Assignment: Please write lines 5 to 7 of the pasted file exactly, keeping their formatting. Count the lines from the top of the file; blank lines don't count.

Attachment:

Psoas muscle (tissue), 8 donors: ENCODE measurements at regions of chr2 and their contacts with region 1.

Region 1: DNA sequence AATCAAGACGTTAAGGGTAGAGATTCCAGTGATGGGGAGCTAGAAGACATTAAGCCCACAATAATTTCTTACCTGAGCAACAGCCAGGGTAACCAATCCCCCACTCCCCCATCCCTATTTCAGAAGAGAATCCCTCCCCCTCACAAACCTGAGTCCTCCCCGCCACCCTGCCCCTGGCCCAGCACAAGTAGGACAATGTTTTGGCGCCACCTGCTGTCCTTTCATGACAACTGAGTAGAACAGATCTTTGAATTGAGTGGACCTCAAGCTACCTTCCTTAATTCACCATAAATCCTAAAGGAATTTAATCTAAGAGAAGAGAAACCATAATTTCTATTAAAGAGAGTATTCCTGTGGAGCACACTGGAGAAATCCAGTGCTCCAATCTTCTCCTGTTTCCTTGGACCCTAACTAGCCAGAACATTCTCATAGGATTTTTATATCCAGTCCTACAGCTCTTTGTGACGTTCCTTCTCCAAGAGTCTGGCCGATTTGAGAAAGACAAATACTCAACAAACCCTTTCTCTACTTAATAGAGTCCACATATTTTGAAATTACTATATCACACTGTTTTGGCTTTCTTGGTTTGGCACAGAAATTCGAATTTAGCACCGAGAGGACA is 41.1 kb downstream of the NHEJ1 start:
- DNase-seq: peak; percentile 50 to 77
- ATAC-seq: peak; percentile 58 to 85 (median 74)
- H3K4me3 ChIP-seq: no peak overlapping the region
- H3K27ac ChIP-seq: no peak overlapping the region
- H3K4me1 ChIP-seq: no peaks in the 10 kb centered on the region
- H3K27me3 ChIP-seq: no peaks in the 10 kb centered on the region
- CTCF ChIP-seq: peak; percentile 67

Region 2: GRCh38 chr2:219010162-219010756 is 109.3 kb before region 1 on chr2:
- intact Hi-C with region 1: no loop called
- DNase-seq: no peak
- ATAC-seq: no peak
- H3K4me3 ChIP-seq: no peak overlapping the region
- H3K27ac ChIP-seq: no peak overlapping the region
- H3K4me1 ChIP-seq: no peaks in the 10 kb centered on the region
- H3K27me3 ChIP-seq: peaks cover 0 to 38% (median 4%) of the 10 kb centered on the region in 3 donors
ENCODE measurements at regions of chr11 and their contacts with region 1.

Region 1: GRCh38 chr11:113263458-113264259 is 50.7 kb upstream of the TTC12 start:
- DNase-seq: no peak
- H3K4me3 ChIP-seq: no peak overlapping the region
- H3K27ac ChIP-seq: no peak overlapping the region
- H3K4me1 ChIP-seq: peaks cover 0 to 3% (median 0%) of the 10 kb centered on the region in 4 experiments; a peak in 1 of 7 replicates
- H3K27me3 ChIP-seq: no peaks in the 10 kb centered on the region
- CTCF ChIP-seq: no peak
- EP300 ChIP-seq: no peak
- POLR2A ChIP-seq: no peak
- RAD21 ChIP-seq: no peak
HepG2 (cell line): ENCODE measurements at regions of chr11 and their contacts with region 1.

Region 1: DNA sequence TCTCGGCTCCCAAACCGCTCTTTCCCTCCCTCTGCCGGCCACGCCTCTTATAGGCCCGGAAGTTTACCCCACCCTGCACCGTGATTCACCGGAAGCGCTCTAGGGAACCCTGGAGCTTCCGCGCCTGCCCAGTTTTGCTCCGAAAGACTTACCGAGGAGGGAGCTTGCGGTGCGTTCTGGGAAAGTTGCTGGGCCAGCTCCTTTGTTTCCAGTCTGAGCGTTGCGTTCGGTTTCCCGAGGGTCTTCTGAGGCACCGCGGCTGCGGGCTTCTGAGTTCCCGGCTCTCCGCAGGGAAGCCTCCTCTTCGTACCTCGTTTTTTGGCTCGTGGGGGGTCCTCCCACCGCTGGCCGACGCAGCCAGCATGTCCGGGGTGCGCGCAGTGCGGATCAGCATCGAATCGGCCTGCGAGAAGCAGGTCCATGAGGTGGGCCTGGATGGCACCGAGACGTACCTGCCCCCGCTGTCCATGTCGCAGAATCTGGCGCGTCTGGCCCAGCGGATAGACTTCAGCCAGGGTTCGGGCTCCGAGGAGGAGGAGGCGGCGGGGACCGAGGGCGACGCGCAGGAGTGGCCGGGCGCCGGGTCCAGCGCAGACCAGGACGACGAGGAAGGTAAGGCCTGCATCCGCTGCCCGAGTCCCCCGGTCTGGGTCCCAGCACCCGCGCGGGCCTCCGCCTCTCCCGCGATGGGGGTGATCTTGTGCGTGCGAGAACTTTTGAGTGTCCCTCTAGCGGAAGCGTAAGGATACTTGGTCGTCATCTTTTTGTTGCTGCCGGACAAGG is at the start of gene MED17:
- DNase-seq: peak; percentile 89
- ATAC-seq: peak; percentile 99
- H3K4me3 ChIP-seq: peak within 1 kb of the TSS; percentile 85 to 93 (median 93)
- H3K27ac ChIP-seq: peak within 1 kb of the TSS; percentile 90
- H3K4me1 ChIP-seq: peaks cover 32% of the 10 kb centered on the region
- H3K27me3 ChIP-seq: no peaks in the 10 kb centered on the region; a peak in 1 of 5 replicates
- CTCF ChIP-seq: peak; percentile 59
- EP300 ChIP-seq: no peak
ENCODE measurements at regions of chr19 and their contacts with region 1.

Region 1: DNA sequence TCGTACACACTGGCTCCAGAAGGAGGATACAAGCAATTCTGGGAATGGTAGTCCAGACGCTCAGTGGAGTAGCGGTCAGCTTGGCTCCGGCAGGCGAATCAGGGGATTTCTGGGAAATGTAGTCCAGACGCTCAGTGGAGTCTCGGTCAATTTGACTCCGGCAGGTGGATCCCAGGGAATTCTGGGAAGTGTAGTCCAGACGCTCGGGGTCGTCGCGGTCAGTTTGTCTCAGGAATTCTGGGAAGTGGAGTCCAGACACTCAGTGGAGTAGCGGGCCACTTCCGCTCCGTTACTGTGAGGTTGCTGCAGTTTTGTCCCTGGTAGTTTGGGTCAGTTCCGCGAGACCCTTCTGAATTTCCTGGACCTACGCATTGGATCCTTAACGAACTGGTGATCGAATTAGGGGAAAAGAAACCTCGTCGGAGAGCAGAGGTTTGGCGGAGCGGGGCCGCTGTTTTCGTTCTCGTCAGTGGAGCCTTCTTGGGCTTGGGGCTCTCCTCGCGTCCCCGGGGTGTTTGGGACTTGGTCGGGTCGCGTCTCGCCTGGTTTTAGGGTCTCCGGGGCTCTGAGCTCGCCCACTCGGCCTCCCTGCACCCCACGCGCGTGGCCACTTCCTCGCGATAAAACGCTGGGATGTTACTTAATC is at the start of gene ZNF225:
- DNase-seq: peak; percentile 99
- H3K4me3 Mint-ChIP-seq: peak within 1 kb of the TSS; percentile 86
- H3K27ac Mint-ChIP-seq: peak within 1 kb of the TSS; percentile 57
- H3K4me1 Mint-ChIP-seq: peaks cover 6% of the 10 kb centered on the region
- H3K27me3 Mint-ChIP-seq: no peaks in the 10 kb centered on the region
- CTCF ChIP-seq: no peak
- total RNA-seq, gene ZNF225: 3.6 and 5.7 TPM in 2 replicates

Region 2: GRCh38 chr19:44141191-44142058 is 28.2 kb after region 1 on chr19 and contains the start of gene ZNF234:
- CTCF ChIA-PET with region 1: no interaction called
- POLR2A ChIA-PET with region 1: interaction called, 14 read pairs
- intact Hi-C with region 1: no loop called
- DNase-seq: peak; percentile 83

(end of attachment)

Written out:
- H3K4me3 ChIP-seq: no peak overlapping the region
- H3K27ac ChIP-seq: no peak overlapping the region
- H3K4me1 ChIP-seq: no peaks in the 10 kb centered on the region